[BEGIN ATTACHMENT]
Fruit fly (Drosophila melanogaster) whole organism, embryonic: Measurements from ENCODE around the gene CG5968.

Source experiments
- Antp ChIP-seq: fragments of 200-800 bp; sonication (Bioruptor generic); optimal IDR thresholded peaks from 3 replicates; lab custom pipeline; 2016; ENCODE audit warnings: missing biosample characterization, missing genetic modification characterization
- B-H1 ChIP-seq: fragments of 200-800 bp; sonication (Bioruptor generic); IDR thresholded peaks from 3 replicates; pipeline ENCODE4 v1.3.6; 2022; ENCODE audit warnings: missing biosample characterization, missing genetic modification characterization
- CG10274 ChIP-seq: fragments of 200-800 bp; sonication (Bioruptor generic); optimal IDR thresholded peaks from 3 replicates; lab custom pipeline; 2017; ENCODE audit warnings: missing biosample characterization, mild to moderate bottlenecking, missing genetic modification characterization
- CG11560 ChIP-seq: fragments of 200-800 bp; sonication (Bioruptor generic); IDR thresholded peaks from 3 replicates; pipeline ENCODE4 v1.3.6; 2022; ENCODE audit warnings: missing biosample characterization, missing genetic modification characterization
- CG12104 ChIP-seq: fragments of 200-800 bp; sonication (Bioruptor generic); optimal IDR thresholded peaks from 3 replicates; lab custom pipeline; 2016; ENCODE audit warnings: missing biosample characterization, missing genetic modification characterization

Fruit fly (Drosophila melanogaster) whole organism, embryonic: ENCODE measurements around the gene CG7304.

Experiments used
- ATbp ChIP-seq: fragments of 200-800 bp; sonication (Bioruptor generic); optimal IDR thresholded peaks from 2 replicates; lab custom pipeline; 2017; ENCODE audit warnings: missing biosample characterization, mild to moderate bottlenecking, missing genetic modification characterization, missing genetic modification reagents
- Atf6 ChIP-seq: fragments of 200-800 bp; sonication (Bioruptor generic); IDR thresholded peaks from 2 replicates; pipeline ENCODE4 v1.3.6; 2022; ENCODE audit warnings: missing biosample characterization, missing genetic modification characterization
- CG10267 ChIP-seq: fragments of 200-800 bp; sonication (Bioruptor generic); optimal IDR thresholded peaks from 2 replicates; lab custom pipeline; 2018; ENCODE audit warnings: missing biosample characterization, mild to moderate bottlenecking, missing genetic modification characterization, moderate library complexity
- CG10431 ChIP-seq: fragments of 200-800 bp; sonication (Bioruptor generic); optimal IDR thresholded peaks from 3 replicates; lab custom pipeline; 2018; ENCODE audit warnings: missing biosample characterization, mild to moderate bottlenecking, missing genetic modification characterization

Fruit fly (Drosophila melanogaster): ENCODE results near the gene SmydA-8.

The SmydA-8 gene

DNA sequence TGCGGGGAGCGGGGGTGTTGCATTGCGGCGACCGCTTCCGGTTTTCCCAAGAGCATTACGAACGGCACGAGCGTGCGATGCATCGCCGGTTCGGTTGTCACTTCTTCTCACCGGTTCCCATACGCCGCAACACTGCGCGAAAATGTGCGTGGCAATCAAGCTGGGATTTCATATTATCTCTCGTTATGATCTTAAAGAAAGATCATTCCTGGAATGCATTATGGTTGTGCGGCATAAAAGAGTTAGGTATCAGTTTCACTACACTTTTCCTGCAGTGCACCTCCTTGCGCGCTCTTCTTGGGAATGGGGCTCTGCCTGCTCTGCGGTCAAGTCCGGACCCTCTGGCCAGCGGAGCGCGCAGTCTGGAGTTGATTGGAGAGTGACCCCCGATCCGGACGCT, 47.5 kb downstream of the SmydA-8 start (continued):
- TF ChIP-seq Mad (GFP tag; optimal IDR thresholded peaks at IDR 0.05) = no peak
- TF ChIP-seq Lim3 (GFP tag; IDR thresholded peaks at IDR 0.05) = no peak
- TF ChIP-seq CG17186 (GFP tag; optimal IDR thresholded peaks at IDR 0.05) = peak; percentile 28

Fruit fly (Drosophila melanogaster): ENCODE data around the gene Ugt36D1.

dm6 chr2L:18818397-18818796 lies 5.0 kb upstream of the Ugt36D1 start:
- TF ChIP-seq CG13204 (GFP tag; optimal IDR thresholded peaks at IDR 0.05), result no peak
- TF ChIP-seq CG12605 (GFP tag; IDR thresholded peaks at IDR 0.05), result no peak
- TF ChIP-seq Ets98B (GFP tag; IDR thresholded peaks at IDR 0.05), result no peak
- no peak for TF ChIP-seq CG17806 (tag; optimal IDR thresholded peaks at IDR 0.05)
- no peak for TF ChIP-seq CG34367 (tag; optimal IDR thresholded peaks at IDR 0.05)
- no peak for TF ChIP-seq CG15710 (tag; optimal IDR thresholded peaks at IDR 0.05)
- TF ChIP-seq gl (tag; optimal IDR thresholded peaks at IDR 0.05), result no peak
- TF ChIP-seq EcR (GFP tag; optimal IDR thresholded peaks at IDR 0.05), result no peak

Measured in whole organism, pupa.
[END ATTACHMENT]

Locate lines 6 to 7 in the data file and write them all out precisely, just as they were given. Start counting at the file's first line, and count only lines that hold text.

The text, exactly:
- CG11560 ChIP-seq: fragments of 200-800 bp; sonication (Bioruptor generic); IDR thresholded peaks from 3 replicates; pipeline ENCODE4 v1.3.6; 2022; ENCODE audit warnings: missing biosample characterization, missing genetic modification characterization
- CG12104 ChIP-seq: fragments of 200-800 bp; sonication (Bioruptor generic); optimal IDR thresholded peaks from 3 replicates; lab custom pipeline; 2016; ENCODE audit warnings: missing biosample characterization, missing genetic modification characterization